Broken relationships are a key part of the realities of most addicts. The good news? While it may not always seem possible, repairing these relationships is a key part of the journey to healing. Here’s a closer look at where — and how — relationship healing fits into addiction recovery.
From Broken Relationships….
It is common to focus on the physical and mental effects of substance abuse. However, social and emotional health also suffer when addiction enters the picture. Specifically, many addicts lose the ability to maintain healthy connections, a pivotal component in leading a full and happy life.
To understand how to fix broken relationships, we must first understand what healthy relationships are. According to Northwestern Medicine, “A positive relationship can be shared between any two people who love, support, encourage and help each other practically as well as emotionally.”
Specifically, people in healthy relationships do the following:
- Listen to each other
- Communicate in an open and judgment-free way
- Trust and respect each other
- Consistently make time for each other
- Remember the details of each other’s lives
- Engage in healthy activities together
Unfortunately, these are the exact behaviors that break down when substance abuse occurs due to the single-mindedness that takes over with addiction. In their place arise secrecy, trust issues, anger and abuse, enabling, and codependency.
…To Building Better Ones
The ability to repair this damage is important for many reasons, including less stress, better healing, healthier behaviors, and even longer life. It also gives addicts a greater sense of purpose — something that can help keep people in recovery on track.
This begs the question: when so much damage has been done and so much has been lost, is repair even possible? It is, but only when all parties are committed to ending their dysfunctional habits and behaviors and to reinvesting their time and energy into rebuilding positive, mutually beneficial relationships. Healing also means not only acknowledging the damage that was done, but also understanding what can and must be done moving forward to prevent these issues from recurring in the future.
Cognitive behavioral therapy (CBT), dialectical behavioral therapy (DBT), family therapy and psychoeducation are all integral to the recovery process. This is why finding a substance abuse treatment program that prioritizes the social and emotional elements of recovery — as opposed to merely the physical ones — is so critical.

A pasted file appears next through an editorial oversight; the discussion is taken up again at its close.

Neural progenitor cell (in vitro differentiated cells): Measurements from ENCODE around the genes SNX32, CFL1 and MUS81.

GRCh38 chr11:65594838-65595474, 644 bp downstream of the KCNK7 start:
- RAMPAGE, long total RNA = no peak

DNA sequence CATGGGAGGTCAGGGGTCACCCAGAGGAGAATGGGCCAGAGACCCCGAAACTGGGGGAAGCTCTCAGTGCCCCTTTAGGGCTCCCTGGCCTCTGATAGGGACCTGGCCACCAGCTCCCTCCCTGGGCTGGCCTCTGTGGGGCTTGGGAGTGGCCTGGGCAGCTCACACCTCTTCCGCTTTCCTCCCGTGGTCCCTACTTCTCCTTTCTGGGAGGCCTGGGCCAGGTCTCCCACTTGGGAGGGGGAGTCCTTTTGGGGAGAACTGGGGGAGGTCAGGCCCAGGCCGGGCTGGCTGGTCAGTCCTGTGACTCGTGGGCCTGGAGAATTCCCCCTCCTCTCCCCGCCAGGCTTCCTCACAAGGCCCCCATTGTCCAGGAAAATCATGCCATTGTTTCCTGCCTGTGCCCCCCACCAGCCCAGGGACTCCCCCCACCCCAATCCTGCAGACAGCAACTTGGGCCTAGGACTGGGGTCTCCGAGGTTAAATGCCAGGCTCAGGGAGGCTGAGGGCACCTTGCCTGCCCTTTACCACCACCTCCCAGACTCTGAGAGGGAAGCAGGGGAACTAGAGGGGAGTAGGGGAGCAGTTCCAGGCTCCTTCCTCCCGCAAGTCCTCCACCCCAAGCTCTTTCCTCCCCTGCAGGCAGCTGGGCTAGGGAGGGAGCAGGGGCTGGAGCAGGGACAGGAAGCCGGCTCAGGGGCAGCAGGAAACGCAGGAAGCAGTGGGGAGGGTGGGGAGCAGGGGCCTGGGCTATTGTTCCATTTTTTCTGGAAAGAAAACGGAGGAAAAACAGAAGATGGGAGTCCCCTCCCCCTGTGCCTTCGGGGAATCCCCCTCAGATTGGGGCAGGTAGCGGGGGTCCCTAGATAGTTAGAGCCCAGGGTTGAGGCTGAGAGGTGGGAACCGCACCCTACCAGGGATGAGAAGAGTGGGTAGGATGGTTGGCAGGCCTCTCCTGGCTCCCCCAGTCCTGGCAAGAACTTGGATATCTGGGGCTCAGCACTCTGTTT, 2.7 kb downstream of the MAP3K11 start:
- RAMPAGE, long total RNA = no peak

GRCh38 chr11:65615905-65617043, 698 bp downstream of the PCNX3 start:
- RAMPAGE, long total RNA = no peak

Such programs help patients by teaching them to understand the nature of addiction, identify triggers, control impulses, cope with stress and improve self-care. They also work with loved ones, too, to re-open lines of communication and set boundaries.
Explains our website, “Recognizing that substance dependency is a family disease, the Harris House IOP dedicates one hour each week for family group. Family and significant other’s involvement in the assessment and treatment process are strongly encouraged and is integrated as a part of treatment.”
This involvement could not be more important and must be carried through after rehab. As a former addict told The Guardian, “Every time that I hear about an overdose, it makes me even more determined to stay clean and sober. It can happen to anyone. That’s why it’s important to maintain a strong support system, work with other addicts and stay connected. It’s when you start becoming complacent with your recovery that things can go downhill.”
While the idea of making up for the repercussions of addiction on relationships may seem like an overwhelming or unlikely one, the truth is that it is possible to rebuild these connections — and substance abuse treatment programs lay the foundation. Call us today to learn about admissions to leading St. Louis drug rehab program Harris House.